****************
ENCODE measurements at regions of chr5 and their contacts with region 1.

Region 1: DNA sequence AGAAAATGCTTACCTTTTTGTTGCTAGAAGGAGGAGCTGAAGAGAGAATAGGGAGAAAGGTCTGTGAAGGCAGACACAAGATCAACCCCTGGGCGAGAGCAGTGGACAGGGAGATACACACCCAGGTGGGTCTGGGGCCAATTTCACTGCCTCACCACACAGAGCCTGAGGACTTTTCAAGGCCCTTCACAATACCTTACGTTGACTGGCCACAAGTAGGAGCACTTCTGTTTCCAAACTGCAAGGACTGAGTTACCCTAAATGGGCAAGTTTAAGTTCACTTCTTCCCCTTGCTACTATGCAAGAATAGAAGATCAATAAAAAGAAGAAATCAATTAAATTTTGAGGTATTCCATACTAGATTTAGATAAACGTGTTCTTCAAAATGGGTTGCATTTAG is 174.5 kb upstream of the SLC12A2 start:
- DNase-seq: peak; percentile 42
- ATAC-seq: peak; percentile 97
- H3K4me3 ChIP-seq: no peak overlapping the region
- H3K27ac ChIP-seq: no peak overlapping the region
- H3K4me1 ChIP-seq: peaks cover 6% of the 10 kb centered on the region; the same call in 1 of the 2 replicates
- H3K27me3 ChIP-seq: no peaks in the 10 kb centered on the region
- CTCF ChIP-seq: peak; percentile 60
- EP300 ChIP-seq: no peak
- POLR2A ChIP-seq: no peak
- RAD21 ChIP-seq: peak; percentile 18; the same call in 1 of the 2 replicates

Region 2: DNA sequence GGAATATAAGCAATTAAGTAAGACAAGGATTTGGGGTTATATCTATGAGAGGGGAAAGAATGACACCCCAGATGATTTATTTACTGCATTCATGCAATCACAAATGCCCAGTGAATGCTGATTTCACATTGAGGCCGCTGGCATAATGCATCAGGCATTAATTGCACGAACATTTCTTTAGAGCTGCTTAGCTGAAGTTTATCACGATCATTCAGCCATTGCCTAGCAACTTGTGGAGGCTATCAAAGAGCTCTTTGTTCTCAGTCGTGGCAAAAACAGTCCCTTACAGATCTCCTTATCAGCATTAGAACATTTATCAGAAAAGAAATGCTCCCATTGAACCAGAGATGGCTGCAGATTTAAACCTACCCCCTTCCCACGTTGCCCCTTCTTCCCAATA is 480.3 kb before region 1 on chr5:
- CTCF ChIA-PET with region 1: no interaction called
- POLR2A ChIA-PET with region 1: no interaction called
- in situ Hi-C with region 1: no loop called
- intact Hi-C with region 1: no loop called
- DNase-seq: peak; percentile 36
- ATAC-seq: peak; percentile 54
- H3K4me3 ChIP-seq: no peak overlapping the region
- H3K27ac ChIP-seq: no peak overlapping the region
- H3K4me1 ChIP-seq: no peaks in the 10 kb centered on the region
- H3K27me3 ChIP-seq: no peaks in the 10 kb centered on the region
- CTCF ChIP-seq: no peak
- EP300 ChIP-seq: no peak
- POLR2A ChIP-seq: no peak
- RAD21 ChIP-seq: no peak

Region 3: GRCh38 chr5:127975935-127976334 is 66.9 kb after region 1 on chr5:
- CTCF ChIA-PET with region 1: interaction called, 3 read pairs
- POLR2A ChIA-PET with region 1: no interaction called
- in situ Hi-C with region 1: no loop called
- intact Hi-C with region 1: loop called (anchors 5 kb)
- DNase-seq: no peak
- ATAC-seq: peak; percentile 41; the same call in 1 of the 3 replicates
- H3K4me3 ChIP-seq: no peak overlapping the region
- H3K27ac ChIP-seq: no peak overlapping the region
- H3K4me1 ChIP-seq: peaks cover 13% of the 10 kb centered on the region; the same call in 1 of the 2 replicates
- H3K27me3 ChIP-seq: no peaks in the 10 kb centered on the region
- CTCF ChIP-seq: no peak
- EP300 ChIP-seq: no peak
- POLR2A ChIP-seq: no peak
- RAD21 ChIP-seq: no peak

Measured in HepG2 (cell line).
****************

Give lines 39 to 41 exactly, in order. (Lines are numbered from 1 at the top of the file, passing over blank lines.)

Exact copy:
- CTCF ChIP-seq: no peak
- EP300 ChIP-seq: no peak
- POLR2A ChIP-seq: no peak